Athletes set for 100-miler ‘Road to Hell’
WHEN the moon is at its brightest tomorrow, the ELB Washie 100 Miler will be well on its way with about 100 athletes attempting the gruesome but rewarding 100 miles (160km) between Port Alfred and East London.
Buffalo Road Runners and ELB Equipment have been preparing for the 41st running of the race nicknamed “the monster” that starts at 5pm at the Halyards Hotel in Port Alfred and finishes at the Buffs Club in East London.
Buffs Road Runners are hoping for 100 entries this year.
Athletes have spent months in training, others are finishing weeks of preparation and days of anticipation in the build-up to the moment when Chris Rea’s Road to Hell blares from speakers, the starter’s gun sounds and they set off on this amazing event.
It is encouraging to note that there are a number of novice women, who have entered this year, while stalwart Eric Wright completes his 27th Washie. Other personalities who have entered are Wandisile Nongodlwana, a silver medallist at Comrades this year, two brothers, Desmond and Jan Juan Bekker, and four athletes so far, Justin Sher, Tobie Reyneke, Clive van Rayner and Johnny van der Walt, who have completed five Washies, are returning in their yellow numbers. John Magagane will also be back for his 16th attempt.
Washie spokesperson, Tracy Mackay, said: “We await the SANDF entries as they always send a team of eight to 10 athletes each year.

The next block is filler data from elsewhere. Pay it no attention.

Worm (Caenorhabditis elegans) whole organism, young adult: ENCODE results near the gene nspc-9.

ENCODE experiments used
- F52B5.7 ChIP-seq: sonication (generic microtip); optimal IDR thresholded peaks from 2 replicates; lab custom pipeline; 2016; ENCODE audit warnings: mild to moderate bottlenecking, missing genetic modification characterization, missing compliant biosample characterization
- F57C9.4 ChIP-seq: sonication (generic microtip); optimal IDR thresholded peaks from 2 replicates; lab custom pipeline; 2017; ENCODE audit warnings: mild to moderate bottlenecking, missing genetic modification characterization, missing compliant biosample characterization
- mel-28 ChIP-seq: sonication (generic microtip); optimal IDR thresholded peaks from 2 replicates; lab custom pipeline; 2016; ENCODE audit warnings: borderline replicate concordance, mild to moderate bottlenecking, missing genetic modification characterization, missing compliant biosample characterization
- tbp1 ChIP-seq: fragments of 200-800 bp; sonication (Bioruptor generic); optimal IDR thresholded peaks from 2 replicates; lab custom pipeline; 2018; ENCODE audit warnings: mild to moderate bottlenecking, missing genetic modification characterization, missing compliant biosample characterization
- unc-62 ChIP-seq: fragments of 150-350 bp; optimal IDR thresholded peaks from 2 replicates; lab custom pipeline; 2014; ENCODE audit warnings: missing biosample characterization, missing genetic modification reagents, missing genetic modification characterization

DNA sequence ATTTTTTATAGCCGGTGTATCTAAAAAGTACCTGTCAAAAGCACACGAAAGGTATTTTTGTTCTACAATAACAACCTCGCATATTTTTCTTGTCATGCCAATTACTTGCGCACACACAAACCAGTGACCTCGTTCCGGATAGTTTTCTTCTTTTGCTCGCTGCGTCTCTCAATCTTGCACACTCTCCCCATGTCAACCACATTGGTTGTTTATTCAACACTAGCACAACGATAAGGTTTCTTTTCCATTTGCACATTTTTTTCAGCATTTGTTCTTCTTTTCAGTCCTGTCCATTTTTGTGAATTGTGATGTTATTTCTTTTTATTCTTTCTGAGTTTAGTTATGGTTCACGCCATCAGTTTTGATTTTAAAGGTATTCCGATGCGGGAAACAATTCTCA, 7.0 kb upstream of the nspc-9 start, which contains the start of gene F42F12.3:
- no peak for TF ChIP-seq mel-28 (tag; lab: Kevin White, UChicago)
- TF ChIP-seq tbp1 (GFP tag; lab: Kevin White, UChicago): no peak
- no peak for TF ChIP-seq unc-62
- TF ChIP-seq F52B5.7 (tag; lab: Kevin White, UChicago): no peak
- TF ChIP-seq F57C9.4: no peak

“Washie’s granddaughter, Marion Kelly will start the race. Granville Washington [Washie] Whitfield is who the race was named after when it was run in his honour. Kelly recently moved to Port Alfred which is perfect and she updates the family all over the world with the Washie going-ons.”
Mackay said that the youngest entrant so far (as at Tuesday, July 4) is 22-year-old Simphiwe Mrola from Shining Stars AC in Mdantsane and the oldest entrant Peter Johnstone from SANDF WP, who is 64 and will be competing in his 11th Washie.
Kersten Mosig was first South African and third overall in the Centurion Walk on Robben Island, the first SA sanctioned Centurion race.
“You have to walk 100 miles in 24 hours at a sanctioned Centurion race to become a centurion. He did two successful centurion races. In 2013 he became British Centurion number 1145 [22:28:24] and in 2016 African Centurion number three [20:37:46],” Mackay said.
“He is one of only eight South African Centurions and the only one that is a double centurion. The British centurion list started in 1877. Mosig will however be running Washie [and not walking],” Mackay said.
Washie legend, Butch Duffey, sadly had his shoulder operated on a couple of months ago so is restricted from running this year – he too would have been going for race No 27.
This is the third year ELB equipment will be the event sponsor. Last year’s men’s winner Yose Mcebisi and women’s winner, Megan Davey, have both entered the race. This will make it Washie number five for Mcebisi, thereby earning his permanent number.
Andre Kleinsmith and Wilson Mogale, both from SANDF WP will be going for number 10.
The first runner is expected to arrive at the Buffalo Club in East London around 7.30am on Saturday and runners will be finishing throughout the day, until the cut-off time at 7pm, so come along to the Buffs Club and welcome these great athletes home.
Entries are still open, so if you completed the Comrades and are looking to step up to the next level, get your entry in now through www.washie100miler.co.za or contact Meta Scott on firstname.lastname@example.org, cell 081-487-4984. Entries will also be taken up to 3.30pm before the race, at Halyards Hotel, Port Alfred.
We will have to wait and see who slays “the monster” this year.